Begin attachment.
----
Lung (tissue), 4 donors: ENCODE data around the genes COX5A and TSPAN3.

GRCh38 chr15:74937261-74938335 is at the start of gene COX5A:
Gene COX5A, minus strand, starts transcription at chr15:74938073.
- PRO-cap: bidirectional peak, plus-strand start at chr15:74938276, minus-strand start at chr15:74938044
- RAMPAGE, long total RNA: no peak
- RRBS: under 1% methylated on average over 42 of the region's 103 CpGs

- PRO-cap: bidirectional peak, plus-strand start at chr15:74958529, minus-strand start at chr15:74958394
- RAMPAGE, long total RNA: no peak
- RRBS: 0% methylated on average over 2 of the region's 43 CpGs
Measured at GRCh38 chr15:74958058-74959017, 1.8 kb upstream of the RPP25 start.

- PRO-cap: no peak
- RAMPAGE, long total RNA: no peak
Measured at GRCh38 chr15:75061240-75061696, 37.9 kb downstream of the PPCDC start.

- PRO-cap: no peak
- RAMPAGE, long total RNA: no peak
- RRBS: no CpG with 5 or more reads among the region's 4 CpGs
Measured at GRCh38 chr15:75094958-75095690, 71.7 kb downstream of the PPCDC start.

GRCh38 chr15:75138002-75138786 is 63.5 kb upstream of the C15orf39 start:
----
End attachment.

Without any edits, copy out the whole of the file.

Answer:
Lung (tissue), 4 donors: ENCODE data around the genes COX5A and TSPAN3.

GRCh38 chr15:74937261-74938335 is at the start of gene COX5A:
Gene COX5A, minus strand, starts transcription at chr15:74938073.
- PRO-cap: bidirectional peak, plus-strand start at chr15:74938276, minus-strand start at chr15:74938044
- RAMPAGE, long total RNA: no peak
- RRBS: under 1% methylated on average over 42 of the region's 103 CpGs

- PRO-cap: bidirectional peak, plus-strand start at chr15:74958529, minus-strand start at chr15:74958394
- RAMPAGE, long total RNA: no peak
- RRBS: 0% methylated on average over 2 of the region's 43 CpGs
Measured at GRCh38 chr15:74958058-74959017, 1.8 kb upstream of the RPP25 start.

- PRO-cap: no peak
- RAMPAGE, long total RNA: no peak
Measured at GRCh38 chr15:75061240-75061696, 37.9 kb downstream of the PPCDC start.

- PRO-cap: no peak
- RAMPAGE, long total RNA: no peak
- RRBS: no CpG with 5 or more reads among the region's 4 CpGs
Measured at GRCh38 chr15:75094958-75095690, 71.7 kb downstream of the PPCDC start.

GRCh38 chr15:75138002-75138786 is 63.5 kb upstream of the C15orf39 start: